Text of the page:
Methods of using stories in sermons have long been debated. Typically, evaluation is given to their quality, length, and volume. One great example of how this can be done effectively is in a particularly powerful sermon by D. L. Moody (1837-1899) that was so riddled with testimonies of God’s work in the lives of famous theological figures that one could criticize the good evangelist for excess if one dares censure the portly statesmen of the faith. Regardless, from Moody’s example the modern pastor can learn better the craft of weaving in the real-life testimonies of saints past and contemporary without distracting from the narrative of the Gospel in their own sermons.
For this task, we will consider the singular revival sermon entitled “Sowing and Reaping.”In a brilliant set up to his stories that come later in the message, Moody reflects on both Christ’s and Paul’s use of “teaching from analogy.” Moody allows this subtle reference to percolate in the mind of the audience; full of foreshadowing but without any awkward reference to the fact that he would be employing the same didactic method later in his own discourse. Continue reading “D. L. Moody & the Art of Using a Story to Get to THE Story”
The years following the Protestant Reformation were a time of great transition in Christian theology. However, a transition in the practice and role of local church leadership also redefined centuries-old views on the alleged special access the clergy had to God. Church historian Winthrop S. Hudson (1911-2001) wrote that for all the changes in thinking that occurred in this first century after the beginning of the Reformation “nowhere can this [change] be seen more clearly than in the altered view of the clergy.” Continue reading “From Mediators to Shepherds”
The transition between the Medieval and Renaissance eras was volatile for the disciplines of theology and philosophy with the events of the Protestant Reformation contributing to the debate from a parallel plain as well. On the eve of this season of change, it is not surprising to see Catholic theology and the highest form of art mingling into one – especially in the city of Florence, Italy. It was there that in 1425, sculptor Lorenzo Ghiberti (1378-1455) began a 27-year-long endeavor to craft the “Gates of Paradise.” Completed in 1452, the enormous work was created specifically to become the monumental doors of the Florentine Baptistery. While the doors themselves are a magnificent bronze casting containing ten panels that depict various characters and scenes from the Old Testament, the work is widely hailed as a revolution in visual perspective leavng behind the flat, two-dimensional medieval style in favor of robust realism. However, what it did not leave behind was the equally robust doctrine of the supremacy of baptism in the Medieval Era.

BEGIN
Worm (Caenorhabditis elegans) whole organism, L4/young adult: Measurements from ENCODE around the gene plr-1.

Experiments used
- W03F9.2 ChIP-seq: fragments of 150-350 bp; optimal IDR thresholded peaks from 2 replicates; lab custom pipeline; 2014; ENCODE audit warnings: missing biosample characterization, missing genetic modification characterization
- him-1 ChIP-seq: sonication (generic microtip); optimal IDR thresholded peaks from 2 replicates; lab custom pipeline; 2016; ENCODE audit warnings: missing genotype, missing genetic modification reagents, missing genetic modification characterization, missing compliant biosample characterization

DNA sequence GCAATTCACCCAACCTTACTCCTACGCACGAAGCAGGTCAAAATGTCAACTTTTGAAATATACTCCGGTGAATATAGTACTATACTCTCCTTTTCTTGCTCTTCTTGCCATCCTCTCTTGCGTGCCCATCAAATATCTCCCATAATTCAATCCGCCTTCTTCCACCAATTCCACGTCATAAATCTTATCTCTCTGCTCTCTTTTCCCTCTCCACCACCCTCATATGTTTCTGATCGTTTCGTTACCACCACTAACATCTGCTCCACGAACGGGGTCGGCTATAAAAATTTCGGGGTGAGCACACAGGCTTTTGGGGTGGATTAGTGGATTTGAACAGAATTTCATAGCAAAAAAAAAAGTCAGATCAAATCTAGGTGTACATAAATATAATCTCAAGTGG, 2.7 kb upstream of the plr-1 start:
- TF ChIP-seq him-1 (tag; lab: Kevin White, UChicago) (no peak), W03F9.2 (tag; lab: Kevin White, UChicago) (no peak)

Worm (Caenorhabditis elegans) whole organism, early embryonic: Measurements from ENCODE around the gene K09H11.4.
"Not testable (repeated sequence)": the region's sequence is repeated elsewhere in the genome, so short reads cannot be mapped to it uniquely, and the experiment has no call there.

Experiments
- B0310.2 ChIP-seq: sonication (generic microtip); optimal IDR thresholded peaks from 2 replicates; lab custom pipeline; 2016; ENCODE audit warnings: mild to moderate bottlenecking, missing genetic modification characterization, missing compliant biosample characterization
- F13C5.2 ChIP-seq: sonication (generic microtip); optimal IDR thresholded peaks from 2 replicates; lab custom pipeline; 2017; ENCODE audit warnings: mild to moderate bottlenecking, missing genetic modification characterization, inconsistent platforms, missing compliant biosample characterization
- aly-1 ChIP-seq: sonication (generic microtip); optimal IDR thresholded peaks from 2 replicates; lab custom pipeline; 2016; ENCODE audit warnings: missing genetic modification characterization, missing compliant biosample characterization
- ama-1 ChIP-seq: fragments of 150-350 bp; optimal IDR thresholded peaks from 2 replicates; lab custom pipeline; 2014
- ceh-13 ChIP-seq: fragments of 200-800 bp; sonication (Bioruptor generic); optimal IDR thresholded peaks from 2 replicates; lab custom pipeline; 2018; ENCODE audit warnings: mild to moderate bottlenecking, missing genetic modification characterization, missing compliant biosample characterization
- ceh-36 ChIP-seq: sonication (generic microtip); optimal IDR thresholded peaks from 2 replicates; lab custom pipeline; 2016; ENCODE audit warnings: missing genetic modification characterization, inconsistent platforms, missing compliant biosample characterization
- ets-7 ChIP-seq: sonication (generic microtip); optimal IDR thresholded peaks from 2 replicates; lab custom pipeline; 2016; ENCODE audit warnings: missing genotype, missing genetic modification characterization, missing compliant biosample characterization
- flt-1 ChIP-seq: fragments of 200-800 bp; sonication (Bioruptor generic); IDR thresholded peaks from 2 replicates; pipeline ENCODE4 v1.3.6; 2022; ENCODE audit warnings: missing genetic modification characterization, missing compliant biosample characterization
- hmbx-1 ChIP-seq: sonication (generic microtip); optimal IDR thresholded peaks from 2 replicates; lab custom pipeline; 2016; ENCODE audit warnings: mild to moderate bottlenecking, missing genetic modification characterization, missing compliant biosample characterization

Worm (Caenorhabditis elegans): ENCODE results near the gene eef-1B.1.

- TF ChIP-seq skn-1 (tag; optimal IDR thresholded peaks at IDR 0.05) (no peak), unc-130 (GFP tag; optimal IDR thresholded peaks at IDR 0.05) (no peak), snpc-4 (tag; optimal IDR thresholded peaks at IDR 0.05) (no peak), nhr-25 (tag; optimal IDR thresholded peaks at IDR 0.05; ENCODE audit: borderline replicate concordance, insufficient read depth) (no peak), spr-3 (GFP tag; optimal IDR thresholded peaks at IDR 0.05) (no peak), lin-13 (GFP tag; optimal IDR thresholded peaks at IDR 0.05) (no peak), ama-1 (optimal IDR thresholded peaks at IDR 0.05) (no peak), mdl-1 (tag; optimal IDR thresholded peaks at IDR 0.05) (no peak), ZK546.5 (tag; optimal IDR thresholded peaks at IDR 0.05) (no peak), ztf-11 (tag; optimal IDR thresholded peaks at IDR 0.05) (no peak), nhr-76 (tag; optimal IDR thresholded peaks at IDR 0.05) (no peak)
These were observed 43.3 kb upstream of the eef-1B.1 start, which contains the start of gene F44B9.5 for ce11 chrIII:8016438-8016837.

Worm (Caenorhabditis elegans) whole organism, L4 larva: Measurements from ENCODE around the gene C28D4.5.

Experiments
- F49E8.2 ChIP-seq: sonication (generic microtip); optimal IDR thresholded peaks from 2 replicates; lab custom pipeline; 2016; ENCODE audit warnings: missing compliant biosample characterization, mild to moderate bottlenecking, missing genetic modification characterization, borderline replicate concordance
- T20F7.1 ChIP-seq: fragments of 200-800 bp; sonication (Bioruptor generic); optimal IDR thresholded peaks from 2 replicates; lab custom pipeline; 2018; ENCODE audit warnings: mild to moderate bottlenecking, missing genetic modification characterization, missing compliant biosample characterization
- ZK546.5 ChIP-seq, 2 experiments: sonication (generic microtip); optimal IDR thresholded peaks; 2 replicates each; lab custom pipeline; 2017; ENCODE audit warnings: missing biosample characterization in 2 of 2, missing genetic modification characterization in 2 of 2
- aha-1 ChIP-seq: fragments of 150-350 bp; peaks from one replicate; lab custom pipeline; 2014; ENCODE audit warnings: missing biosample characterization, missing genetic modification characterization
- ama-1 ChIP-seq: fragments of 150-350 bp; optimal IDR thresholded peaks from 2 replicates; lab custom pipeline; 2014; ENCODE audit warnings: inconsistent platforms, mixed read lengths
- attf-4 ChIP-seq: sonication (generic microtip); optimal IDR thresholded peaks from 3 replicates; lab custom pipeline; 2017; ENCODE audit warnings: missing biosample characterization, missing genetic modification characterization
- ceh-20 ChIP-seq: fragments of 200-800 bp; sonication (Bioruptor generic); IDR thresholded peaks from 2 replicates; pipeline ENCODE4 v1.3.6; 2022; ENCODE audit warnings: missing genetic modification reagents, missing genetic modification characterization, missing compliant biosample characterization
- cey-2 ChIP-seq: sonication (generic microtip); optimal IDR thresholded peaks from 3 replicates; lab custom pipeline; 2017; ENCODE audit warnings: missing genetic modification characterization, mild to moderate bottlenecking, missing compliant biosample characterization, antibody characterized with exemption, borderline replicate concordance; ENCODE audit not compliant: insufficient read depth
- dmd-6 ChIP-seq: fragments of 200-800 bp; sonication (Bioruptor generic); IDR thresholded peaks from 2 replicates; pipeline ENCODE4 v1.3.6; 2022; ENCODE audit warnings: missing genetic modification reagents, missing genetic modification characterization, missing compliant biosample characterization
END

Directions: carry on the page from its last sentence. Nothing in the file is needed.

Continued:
Continue reading “Gateway to Paradise: Medieval and Renaissance Views of Baptism”
It has happened to all of us. We read the writings of a famously deep thinker and are forced to reread the words repeatedly to decipher their meaning. For the modern communicator it is vital to combine brilliance with eloquence. What good is a profound observation if no one can understand its meaning? Some of the most brilliant scholars struggle to communicate to young students because they cannot distill and simplify their thoughts well. As you might assume, this is not a new difficulty. Continue reading “Pascal, Anselm, and the State of Communicating Deep Ideas to an Unsuspecting Public”
We’ve all had those brilliant ideas that didn’t work out in real life. As a pastor, I often find obscure historical or theological facts fascinating and seemingly vital during my times of sermon preparation. However, I occasionally have to be reminded that others might not be as excited about some nuance of the Persian Empire or the erroneous hermeneutics of the Spanish Inquisition. Still, this does not mean that pastors cannot teach historical theology in the church for the good of the Kingdom. Here are some practical tips that I employ as content filters:
- Is it Relevant?
While an amusing anecdote can be fun and informative, the amount of time you have to disciple your congregation is limited. Using the minutes wisely and effectively demands any teaching on historical theology needs to be relevant to the Biblical teaching you are doing. Does a story offer background that supports the focus of the message and theological theme of the passage? Does it tell us how believers of the past have understood this same text? If so, it just might make the cut! Otherwise, beware of letting your latest research hobby wreak eisegetical havoc on the weekly sermon. Continue reading “3 Filters for Teaching Historical Theology in the Church”
On November 22, 1963, the first Catholic president of the United States received the last rites at Parkland Memorial Hospital in Dallas, Texas. Until that afternoon, the young president had championed a balance of open personal faith kept safely isolated from public and foreign policy.
Three years earlier, candidate Kennedy had faced widespread evangelical criticism based on this same faith. On September 12, 1960, the then-Senator reassured an audience of evangelical and protestant leaders of his stance: Continue reading “The Faith and Politics of John F. Kennedy”
Worried about why so many un-reached people groups are Islamic, or are you bothered that no one seems to have compassion for Muslim refugees fleeing civil wars in their homeland? Modern day people of faith often struggle to understand other religions, but this is not a new problem. The wall of fear between Christians and Muslims was built long ago – sometimes on bloodstained battlefields and sometimes in the library. Continue reading “Did Medieval Christians Believe Muslims Worshiped Satan?”